Presidential System of Government

Systems of Government Map
Systems of Government Map

Presidential system of government
In a presidential system, the President (who is the chief executive as well as the symbolic head of government) is chosen by a separate election from that of the legislature. The President then appoints his or her cabinet of ministers (or "secretaries" in US parlance). Ministers/Secretaries usually are not simultaneously members of the legislature, although their appointment may require the advice and consent of the legislative branch. Because the senior officials of the executive branch are separately elected or appointed, the presidential political system is characterised by a separation of powers, wherein the executive and legislative branches are independent of one another. Presidents have great control over their cabinet appointees who serve at the President’s pleasure, and who are usually selected for reasons other than the extent of their congressional support (as in parliamentary systems). In general, the British Prime Minister is more constrained to represent his/her parliamentary party in the Cabinet.
The U.S. represents the strongest form of presidentialism, in the sense that the powers of the executive and legislative branches are separate, and legislatures (national and state) often have significant powers.

Parliamentary system of government

Parliamentary systems, unlike presidential systems, are typified by a fusion of powers between the legislative and executive branches. The Prime Minister (who is the chief executive) may be elected to the legislature in the same way that all other members are elected. The Prime Minister is the leader of the party that wins the majority of votes to the legislature (either de facto, or in some cases through an election held by the legislature). The Prime Minister appoints Cabinet Ministers. However, unlike in the presidential systems, these members are typically themselves legislative members from the ruling party or ruling coalition. Thus, in a parliamentary system, the constituency of the executive and legislature are the same. If the ruling party is voted out of the legislature, the executive also changes. Continued co-operation between the executive and legislature is required for the government to survive and to be effective in carrying out its programs.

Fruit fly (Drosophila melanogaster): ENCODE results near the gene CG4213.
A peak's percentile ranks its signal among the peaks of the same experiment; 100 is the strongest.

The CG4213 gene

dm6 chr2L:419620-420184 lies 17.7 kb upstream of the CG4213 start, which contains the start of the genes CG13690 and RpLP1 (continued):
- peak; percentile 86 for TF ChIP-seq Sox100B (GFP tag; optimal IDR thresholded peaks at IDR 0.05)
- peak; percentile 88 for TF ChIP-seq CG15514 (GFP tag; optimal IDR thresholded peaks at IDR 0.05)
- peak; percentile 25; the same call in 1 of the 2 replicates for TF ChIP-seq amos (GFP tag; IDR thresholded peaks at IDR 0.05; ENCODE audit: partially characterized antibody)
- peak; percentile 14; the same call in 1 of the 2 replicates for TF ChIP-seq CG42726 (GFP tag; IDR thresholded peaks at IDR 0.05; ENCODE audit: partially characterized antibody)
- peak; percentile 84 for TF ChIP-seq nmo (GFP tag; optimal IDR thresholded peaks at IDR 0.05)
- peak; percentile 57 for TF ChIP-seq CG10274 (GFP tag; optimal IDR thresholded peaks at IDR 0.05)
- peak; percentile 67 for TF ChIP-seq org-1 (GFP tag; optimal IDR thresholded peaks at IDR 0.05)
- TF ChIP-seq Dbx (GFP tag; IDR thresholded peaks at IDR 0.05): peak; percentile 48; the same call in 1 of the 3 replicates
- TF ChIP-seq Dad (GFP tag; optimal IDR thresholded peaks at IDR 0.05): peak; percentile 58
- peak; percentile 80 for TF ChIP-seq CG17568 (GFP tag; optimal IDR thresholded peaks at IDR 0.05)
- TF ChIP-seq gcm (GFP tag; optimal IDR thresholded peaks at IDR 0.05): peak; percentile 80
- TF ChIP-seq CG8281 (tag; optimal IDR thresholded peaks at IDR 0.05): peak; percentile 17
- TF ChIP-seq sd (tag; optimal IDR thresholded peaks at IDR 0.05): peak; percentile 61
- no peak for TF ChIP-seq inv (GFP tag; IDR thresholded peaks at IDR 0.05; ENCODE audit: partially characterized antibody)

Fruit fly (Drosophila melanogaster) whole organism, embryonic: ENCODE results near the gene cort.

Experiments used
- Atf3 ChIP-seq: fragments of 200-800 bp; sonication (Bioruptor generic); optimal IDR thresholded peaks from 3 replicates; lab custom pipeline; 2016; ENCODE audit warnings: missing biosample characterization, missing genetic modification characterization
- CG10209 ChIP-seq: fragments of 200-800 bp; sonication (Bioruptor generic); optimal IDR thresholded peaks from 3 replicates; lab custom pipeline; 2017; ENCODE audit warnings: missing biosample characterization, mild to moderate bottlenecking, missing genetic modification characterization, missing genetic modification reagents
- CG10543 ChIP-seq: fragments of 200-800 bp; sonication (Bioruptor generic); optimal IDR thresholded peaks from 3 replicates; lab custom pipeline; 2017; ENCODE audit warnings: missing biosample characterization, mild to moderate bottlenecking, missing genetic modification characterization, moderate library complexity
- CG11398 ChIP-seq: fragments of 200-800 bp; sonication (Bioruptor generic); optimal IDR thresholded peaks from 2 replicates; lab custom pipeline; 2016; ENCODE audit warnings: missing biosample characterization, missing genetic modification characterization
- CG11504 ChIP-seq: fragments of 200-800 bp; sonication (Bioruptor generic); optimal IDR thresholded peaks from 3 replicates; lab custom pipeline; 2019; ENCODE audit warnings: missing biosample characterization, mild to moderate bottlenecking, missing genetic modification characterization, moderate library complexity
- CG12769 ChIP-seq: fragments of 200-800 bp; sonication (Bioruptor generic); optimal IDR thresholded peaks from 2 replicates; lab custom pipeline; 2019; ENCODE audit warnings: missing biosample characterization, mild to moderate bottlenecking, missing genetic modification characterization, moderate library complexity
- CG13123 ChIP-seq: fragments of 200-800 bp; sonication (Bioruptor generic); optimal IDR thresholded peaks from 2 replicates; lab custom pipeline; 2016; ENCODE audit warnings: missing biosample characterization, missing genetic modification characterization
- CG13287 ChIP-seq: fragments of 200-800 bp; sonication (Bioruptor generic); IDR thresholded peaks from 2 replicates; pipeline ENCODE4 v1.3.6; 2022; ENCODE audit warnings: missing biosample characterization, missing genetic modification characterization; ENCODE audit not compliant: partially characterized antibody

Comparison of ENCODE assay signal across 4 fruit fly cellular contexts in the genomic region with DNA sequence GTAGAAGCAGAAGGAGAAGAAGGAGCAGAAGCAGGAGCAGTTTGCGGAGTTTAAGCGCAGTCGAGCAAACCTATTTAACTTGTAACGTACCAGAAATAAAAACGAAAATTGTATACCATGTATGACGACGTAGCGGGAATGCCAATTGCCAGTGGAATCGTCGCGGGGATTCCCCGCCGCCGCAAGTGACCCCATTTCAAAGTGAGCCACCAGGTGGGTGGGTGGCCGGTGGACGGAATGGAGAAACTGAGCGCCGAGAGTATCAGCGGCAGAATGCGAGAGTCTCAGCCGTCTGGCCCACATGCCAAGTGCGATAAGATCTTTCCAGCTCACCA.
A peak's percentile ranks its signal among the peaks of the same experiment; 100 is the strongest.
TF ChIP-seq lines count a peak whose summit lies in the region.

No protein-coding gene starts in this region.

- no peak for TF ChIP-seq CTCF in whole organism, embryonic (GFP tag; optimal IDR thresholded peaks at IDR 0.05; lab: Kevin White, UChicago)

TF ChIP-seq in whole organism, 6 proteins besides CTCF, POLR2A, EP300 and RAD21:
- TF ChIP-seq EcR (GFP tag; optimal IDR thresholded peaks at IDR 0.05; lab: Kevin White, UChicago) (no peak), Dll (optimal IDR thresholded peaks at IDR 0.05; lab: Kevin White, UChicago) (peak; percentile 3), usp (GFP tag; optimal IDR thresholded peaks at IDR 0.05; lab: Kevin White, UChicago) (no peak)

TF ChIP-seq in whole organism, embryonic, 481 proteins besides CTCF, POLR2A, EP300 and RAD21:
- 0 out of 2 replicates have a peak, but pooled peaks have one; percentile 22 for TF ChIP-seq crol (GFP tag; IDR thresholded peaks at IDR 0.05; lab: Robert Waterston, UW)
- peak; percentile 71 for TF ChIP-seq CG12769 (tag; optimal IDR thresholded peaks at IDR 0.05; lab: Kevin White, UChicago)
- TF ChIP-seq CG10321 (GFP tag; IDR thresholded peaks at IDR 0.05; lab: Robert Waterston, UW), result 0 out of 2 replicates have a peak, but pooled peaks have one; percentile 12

The UK represents the strongest form of parliamentarism (sometimes referred to as the Westminister system).

Hybrid system of government

The term hybrid generally refers to a system with a separately elected President who shares executive power with the Prime Minister. The President usually has the constitutional power to select the Prime Minister. If the constitution and/or political circumstances tend to place the emphasis on the powers of the President, it is sometimes termed a semi-presidential system. If, on the other hand, the Prime Minister and the legislative leaders enjoy more power than the President does, it may be referred to as a semi-parliamentary system.
For political reasons, Presidents generally appoint leaders of the ruling coalition to the post of Prime Minister, although they are not required to do so constitutionally. The Prime Minister may or may not be a member of the President’s political party, depending upon what party or coalition of parties maintains the majority in the legislature. The French system is the hybrid model most often cited as a semi-presidential system. In the French system, the President has broad powers. For example, the President nominates the Prime Minister and selects his own cabinet, over which he presides. The President, his cabinet and attending bureaucracy initiate and draft most legislation. The French President, like some others in hybrid systems, has some areas where his power is well defined, such as in the conduct of foreign affairs. The day to day running of the government is, however, left to the Prime Minister and Cabinet.